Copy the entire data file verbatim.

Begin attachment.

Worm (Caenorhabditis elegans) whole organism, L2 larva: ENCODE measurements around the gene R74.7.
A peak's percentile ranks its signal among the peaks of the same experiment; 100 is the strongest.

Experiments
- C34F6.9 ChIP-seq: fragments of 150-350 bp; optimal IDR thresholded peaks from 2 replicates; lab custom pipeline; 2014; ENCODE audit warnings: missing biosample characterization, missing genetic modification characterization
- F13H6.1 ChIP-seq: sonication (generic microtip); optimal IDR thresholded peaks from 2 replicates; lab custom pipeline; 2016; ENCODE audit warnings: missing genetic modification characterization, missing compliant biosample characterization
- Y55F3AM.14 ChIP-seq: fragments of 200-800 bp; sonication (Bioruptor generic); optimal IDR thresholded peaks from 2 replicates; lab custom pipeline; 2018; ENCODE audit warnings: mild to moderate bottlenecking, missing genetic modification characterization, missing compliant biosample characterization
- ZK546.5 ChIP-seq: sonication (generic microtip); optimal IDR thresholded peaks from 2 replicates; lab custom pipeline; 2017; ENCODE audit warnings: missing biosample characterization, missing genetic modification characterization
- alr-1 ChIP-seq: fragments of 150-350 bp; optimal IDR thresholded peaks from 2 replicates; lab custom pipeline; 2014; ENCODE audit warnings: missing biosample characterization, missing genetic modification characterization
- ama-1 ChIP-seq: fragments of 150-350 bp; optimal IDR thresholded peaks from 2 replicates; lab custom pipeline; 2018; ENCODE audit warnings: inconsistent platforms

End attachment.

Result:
Worm (Caenorhabditis elegans) whole organism, L2 larva: ENCODE measurements around the gene R74.7.
A peak's percentile ranks its signal among the peaks of the same experiment; 100 is the strongest.

Experiments
- C34F6.9 ChIP-seq: fragments of 150-350 bp; optimal IDR thresholded peaks from 2 replicates; lab custom pipeline; 2014; ENCODE audit warnings: missing biosample characterization, missing genetic modification characterization
- F13H6.1 ChIP-seq: sonication (generic microtip); optimal IDR thresholded peaks from 2 replicates; lab custom pipeline; 2016; ENCODE audit warnings: missing genetic modification characterization, missing compliant biosample characterization
- Y55F3AM.14 ChIP-seq: fragments of 200-800 bp; sonication (Bioruptor generic); optimal IDR thresholded peaks from 2 replicates; lab custom pipeline; 2018; ENCODE audit warnings: mild to moderate bottlenecking, missing genetic modification characterization, missing compliant biosample characterization
- ZK546.5 ChIP-seq: sonication (generic microtip); optimal IDR thresholded peaks from 2 replicates; lab custom pipeline; 2017; ENCODE audit warnings: missing biosample characterization, missing genetic modification characterization
- alr-1 ChIP-seq: fragments of 150-350 bp; optimal IDR thresholded peaks from 2 replicates; lab custom pipeline; 2014; ENCODE audit warnings: missing biosample characterization, missing genetic modification characterization
- ama-1 ChIP-seq: fragments of 150-350 bp; optimal IDR thresholded peaks from 2 replicates; lab custom pipeline; 2018; ENCODE audit warnings: inconsistent platforms